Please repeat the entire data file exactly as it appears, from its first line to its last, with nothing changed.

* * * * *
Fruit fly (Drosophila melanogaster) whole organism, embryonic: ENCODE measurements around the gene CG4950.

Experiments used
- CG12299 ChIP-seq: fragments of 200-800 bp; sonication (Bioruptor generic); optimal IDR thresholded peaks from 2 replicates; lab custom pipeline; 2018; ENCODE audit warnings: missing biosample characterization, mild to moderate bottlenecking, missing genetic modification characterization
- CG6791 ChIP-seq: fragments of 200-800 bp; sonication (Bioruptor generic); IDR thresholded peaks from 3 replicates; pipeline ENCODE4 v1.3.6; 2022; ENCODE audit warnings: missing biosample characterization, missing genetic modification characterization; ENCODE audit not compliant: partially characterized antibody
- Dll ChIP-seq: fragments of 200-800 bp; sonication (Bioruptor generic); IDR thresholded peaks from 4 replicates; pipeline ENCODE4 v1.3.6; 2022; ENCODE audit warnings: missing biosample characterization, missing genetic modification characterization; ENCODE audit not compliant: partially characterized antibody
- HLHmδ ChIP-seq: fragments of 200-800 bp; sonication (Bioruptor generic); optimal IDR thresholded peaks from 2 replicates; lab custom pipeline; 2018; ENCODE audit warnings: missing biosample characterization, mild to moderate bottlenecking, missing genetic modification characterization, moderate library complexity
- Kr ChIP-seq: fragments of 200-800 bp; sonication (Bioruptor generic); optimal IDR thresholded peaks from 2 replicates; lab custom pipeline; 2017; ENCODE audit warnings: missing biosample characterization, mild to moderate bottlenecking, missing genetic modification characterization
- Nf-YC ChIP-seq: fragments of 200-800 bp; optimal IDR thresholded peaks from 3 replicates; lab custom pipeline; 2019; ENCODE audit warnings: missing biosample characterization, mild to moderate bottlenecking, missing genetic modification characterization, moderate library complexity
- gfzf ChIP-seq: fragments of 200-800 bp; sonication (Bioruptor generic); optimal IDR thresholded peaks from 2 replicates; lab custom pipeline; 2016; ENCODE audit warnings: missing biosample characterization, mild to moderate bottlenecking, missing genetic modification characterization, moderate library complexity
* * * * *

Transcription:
Fruit fly (Drosophila melanogaster) whole organism, embryonic: ENCODE measurements around the gene CG4950.

Experiments used
- CG12299 ChIP-seq: fragments of 200-800 bp; sonication (Bioruptor generic); optimal IDR thresholded peaks from 2 replicates; lab custom pipeline; 2018; ENCODE audit warnings: missing biosample characterization, mild to moderate bottlenecking, missing genetic modification characterization
- CG6791 ChIP-seq: fragments of 200-800 bp; sonication (Bioruptor generic); IDR thresholded peaks from 3 replicates; pipeline ENCODE4 v1.3.6; 2022; ENCODE audit warnings: missing biosample characterization, missing genetic modification characterization; ENCODE audit not compliant: partially characterized antibody
- Dll ChIP-seq: fragments of 200-800 bp; sonication (Bioruptor generic); IDR thresholded peaks from 4 replicates; pipeline ENCODE4 v1.3.6; 2022; ENCODE audit warnings: missing biosample characterization, missing genetic modification characterization; ENCODE audit not compliant: partially characterized antibody
- HLHmδ ChIP-seq: fragments of 200-800 bp; sonication (Bioruptor generic); optimal IDR thresholded peaks from 2 replicates; lab custom pipeline; 2018; ENCODE audit warnings: missing biosample characterization, mild to moderate bottlenecking, missing genetic modification characterization, moderate library complexity
- Kr ChIP-seq: fragments of 200-800 bp; sonication (Bioruptor generic); optimal IDR thresholded peaks from 2 replicates; lab custom pipeline; 2017; ENCODE audit warnings: missing biosample characterization, mild to moderate bottlenecking, missing genetic modification characterization
- Nf-YC ChIP-seq: fragments of 200-800 bp; optimal IDR thresholded peaks from 3 replicates; lab custom pipeline; 2019; ENCODE audit warnings: missing biosample characterization, mild to moderate bottlenecking, missing genetic modification characterization, moderate library complexity
- gfzf ChIP-seq: fragments of 200-800 bp; sonication (Bioruptor generic); optimal IDR thresholded peaks from 2 replicates; lab custom pipeline; 2016; ENCODE audit warnings: missing biosample characterization, mild to moderate bottlenecking, missing genetic modification characterization, moderate library complexity